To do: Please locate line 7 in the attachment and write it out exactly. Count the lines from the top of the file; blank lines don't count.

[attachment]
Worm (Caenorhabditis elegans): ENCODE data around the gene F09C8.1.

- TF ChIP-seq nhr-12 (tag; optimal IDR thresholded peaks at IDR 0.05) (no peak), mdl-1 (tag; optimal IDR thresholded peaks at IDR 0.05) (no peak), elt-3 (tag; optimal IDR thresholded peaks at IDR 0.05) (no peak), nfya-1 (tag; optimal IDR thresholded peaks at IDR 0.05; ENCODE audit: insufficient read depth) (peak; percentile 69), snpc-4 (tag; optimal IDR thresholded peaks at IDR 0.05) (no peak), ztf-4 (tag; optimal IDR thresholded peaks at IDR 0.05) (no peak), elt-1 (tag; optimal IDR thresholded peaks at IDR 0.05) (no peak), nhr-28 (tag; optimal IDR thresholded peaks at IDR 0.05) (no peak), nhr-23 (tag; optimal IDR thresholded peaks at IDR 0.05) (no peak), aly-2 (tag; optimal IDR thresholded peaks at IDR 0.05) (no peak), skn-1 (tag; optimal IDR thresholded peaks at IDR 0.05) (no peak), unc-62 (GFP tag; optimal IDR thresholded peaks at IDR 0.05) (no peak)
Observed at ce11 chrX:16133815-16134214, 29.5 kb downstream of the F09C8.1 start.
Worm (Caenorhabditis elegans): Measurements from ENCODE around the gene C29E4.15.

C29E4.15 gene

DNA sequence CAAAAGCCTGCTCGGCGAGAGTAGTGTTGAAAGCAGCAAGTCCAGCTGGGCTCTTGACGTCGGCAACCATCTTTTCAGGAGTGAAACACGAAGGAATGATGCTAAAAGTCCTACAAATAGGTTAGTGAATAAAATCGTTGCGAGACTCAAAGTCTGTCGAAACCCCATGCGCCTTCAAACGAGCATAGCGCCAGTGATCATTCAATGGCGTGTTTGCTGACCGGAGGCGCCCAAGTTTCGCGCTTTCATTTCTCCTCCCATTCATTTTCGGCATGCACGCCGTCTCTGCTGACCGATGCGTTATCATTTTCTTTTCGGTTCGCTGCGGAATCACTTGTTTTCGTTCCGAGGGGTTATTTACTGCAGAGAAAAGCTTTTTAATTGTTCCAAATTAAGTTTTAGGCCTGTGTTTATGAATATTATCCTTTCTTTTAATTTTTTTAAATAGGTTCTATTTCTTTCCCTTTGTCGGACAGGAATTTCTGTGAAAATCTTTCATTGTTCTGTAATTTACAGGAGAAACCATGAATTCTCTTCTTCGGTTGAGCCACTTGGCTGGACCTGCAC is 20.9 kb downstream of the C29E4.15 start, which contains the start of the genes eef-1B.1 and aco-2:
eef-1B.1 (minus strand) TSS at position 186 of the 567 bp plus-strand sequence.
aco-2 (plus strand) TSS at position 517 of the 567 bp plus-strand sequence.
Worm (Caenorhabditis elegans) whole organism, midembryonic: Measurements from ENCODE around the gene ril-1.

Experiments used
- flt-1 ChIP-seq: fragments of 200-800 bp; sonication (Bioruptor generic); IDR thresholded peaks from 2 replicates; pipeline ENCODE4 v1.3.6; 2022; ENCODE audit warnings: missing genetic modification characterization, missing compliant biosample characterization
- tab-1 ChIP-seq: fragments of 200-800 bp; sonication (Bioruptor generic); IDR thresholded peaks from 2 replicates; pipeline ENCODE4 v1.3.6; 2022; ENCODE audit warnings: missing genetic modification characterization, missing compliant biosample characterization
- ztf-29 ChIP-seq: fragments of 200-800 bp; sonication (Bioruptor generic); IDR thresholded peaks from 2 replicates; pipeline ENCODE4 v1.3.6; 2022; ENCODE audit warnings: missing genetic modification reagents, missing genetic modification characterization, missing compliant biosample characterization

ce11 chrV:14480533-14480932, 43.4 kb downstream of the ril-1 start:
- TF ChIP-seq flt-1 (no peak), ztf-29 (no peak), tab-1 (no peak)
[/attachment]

eef-1B.1 (minus strand) TSS at position 186 of the 567 bp plus-strand sequence.